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used in The Aeneid

23 uses
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conflict or angry disagreement
  • Then strife ensued, and cursed gold the cause.
    Book 1 (45% in)
  • Ye Trojan flames, your testimony bear, What I perform'd, and what I suffer'd there; No sword avoiding in the fatal strife, Expos'd to death, and prodigal of life; Witness, ye heavens!
    Book 2 (53% in)
  • Then Juno, grieving that she should sustain A death so ling'ring, and so full of pain, Sent Iris down, to free her from the strife Of lab'ring nature, and dissolve her life.
    Book 4 (99% in)
  • This said, Entellus for the strife prepares; Stripp'd of his quilted coat, his body bares; Compos'd of mighty bones and brawn he stands, A goodly tow'ring object on the sands.
    Book 5 (49% in)
  • This done, Aeneas orders, for the close, The strife of archers with contending bows.
    Book 5 (57% in)
  • Meantime the mother goddess, full of fears, To Neptune thus address'd, with tender tears: "The pride of Jove's imperious queen, the rage, The malice which no suff'rings can assuage, Compel me to these pray'rs; since neither fate, Nor time, nor pity, can remove her hate: Ev'n Jove is thwarted by his haughty wife; Still vanquish'd, yet she still renews the strife.
    Book 5 (90% in)
  • Just in the gate and in the jaws of hell, Revengeful Cares and sullen Sorrows dwell, And pale Diseases, and repining Age, Want, Fear, and Famine's unresisted rage; Here Toils, and Death, and Death's half-brother, Sleep, Forms terrible to view, their sentry keep; With anxious Pleasures of a guilty mind, Deep Frauds before, and open Force behind; The Furies' iron beds; and Strife, that shakes Her hissing tresses and unfolds her snakes.
    Book 6 (31% in)
  • From her black bloody locks the Fury shakes Her darling plague, the fav'rite of her snakes; With her full force she threw the poisonous dart, And fix'd it deep within Amata's heart, That, thus envenom'd, she might kindle rage, And sacrifice to strife her house husband's age.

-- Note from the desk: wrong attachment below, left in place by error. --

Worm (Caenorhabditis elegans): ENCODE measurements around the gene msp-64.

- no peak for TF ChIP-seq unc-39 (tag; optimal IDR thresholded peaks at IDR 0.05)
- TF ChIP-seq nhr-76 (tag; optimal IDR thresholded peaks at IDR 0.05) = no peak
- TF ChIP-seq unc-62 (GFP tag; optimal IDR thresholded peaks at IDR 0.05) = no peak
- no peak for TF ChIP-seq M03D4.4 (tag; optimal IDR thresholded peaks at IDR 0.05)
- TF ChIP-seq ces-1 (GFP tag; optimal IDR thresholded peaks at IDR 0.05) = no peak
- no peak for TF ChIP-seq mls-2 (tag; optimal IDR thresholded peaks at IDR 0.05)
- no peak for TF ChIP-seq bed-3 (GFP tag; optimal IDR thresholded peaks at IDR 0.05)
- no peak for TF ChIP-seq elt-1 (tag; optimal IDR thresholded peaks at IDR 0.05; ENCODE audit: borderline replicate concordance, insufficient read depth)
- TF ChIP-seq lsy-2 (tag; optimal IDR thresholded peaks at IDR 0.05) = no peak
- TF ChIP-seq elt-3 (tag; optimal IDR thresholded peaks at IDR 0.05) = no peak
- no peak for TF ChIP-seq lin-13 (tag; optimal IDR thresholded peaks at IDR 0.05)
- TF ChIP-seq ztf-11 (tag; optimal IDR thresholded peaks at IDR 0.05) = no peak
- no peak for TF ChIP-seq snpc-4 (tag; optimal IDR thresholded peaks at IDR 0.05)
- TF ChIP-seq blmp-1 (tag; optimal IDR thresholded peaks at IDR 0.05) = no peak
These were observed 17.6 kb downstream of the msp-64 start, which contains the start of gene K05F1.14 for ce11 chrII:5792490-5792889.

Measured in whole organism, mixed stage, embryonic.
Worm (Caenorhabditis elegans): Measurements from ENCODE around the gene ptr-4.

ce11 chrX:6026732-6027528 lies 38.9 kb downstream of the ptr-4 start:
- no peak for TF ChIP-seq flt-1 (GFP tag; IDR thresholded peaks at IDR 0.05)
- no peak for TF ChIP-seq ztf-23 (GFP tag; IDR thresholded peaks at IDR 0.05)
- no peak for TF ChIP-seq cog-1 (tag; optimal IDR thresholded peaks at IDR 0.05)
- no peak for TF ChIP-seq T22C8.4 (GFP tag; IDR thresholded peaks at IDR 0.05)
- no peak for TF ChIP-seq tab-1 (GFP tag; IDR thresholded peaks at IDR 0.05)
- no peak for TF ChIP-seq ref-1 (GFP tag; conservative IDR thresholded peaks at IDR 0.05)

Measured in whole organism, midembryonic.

Book 7 (44% in)
  • Rang'd on the line oppos'd, Antonius brings Barbarian aids, and troops of Eastern kings; Th' Arabians near, and Bactrians from afar, Of tongues discordant, and a mingled war: And, rich in gaudy robes, amidst the strife, His ill fate follows him— th' Egyptian wife.
    Book 8 (93% in)
  • My cause and theirs is one; a fatal strife, And final ruin, for a ravish'd wife.
    Book 9 (16% in)
  • So may the gods, who view this friendly strife, Restore me to thy lov'd embrace with life, Condemn'd to pay my vows, (as sure I trust,) This thy request is cruel and unjust.
    Book 9 (24% in)
  • Or desperate should he rush and lose his life, With odds oppress'd, in such unequal strife?
    Book 9 (49% in)
  • Then young Ascanius, who, before this day, Was wont in woods to shoot the savage prey, First bent in martial strife the twanging bow, And exercis'd against a human foeWith this bereft Numanus of his life, Who Turnus' younger sister took to wife.
    Book 9 (72% in)
  • The gods from heav'n survey the fatal strife, And mourn the miseries of human life.
    Book 10 (82% in)
  • Nor less the captive struggles for his life: He writhes his body to prolong the strife, And, fencing for his naked throat, exerts His utmost vigor, and the point averts.
    Book 11 (83% in)
  • Nor aught avail'd, in this unhappy strife, Diana's sacred arms, to save thy life.
    Book 11 (93% in)
  • But now the queen, who fear'd for Turnus' life, And loath'd the hard conditions of the strife, Held him by force; and, dying in his death, In these sad accents gave her sorrow breath: "O Turnus, I adjure thee by these tears, And whate'er price Amata's honor bears Within thy breast, since thou art all my hope, My sickly mind's repose, my sinking age's prop; Since on the safety of thy life alone Depends Latinus, and the Latian throne: Refuse me not this one, this only pray'r, To waive...
    Book 12 (6% in)
  • Whatever chance attends this fatal strife, Think it includes, in thine, Amata's life.
    Book 12 (7% in)
  • Turnus, 't is true, in this unequal strife, Shall lose, with honor, his devoted life, Or change it rather for immortal fame, Succeeding to the gods, from whence he came: But you, a servile and inglorious band, For foreign lords shall sow your native land, Those fruitful fields your fighting fathers gain'd, Which have so long their lazy sons sustain'd."
    Book 12 (25% in)
  • Ten times already round the listed place One chief had fled, and t' other giv'n the chase: No trivial prize is play'd; for on the life Or death of Turnus now depends the strife.
    Book 12 (81% in)
  • 'T is true, Juturna mingled in the strife By my command, to save her brother's lifeAt least to try; but, by the Stygian lake, (The most religious oath the gods can take,) With this restriction, not to bend the bow, Or toss the spear, or trembling dart to throw.
    Book 12 (86% in)
  • "Ah me!" she cries, "in this unequal strife What can thy sister more to save thy life?
    Book 12 (91% in)
  • The Latian chiefs have seen me beg my life; Thine is the conquest, thine the royal wife: Against a yielded man, 't is mean ignoble strife."
    Book 12 (99% in)

There are no more uses of "strife" in The Aeneid.

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